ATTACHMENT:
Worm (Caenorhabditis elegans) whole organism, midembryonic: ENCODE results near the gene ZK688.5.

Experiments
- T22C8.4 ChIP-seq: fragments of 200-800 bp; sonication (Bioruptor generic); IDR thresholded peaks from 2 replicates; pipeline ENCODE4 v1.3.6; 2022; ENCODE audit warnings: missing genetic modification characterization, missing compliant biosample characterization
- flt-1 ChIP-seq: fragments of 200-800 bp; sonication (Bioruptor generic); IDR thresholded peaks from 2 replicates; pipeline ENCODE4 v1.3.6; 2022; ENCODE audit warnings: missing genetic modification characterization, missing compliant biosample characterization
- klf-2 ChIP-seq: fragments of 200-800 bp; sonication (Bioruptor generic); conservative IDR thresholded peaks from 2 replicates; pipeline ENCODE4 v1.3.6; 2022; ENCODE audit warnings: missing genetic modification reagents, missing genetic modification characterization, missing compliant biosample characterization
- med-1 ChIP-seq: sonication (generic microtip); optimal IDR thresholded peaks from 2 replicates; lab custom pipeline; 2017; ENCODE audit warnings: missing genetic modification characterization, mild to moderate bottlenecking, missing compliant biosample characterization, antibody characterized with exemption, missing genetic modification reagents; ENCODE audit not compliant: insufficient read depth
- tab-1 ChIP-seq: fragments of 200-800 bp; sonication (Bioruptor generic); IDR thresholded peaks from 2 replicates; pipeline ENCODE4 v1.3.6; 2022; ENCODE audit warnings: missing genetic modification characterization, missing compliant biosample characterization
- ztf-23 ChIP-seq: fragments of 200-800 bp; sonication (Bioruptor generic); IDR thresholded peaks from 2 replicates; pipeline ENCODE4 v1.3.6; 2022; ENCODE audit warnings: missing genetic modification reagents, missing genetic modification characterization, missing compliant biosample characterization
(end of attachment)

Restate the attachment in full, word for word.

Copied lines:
Worm (Caenorhabditis elegans) whole organism, midembryonic: ENCODE results near the gene ZK688.5.

Experiments
- T22C8.4 ChIP-seq: fragments of 200-800 bp; sonication (Bioruptor generic); IDR thresholded peaks from 2 replicates; pipeline ENCODE4 v1.3.6; 2022; ENCODE audit warnings: missing genetic modification characterization, missing compliant biosample characterization
- flt-1 ChIP-seq: fragments of 200-800 bp; sonication (Bioruptor generic); IDR thresholded peaks from 2 replicates; pipeline ENCODE4 v1.3.6; 2022; ENCODE audit warnings: missing genetic modification characterization, missing compliant biosample characterization
- klf-2 ChIP-seq: fragments of 200-800 bp; sonication (Bioruptor generic); conservative IDR thresholded peaks from 2 replicates; pipeline ENCODE4 v1.3.6; 2022; ENCODE audit warnings: missing genetic modification reagents, missing genetic modification characterization, missing compliant biosample characterization
- med-1 ChIP-seq: sonication (generic microtip); optimal IDR thresholded peaks from 2 replicates; lab custom pipeline; 2017; ENCODE audit warnings: missing genetic modification characterization, mild to moderate bottlenecking, missing compliant biosample characterization, antibody characterized with exemption, missing genetic modification reagents; ENCODE audit not compliant: insufficient read depth
- tab-1 ChIP-seq: fragments of 200-800 bp; sonication (Bioruptor generic); IDR thresholded peaks from 2 replicates; pipeline ENCODE4 v1.3.6; 2022; ENCODE audit warnings: missing genetic modification characterization, missing compliant biosample characterization
- ztf-23 ChIP-seq: fragments of 200-800 bp; sonication (Bioruptor generic); IDR thresholded peaks from 2 replicates; pipeline ENCODE4 v1.3.6; 2022; ENCODE audit warnings: missing genetic modification reagents, missing genetic modification characterization, missing compliant biosample characterization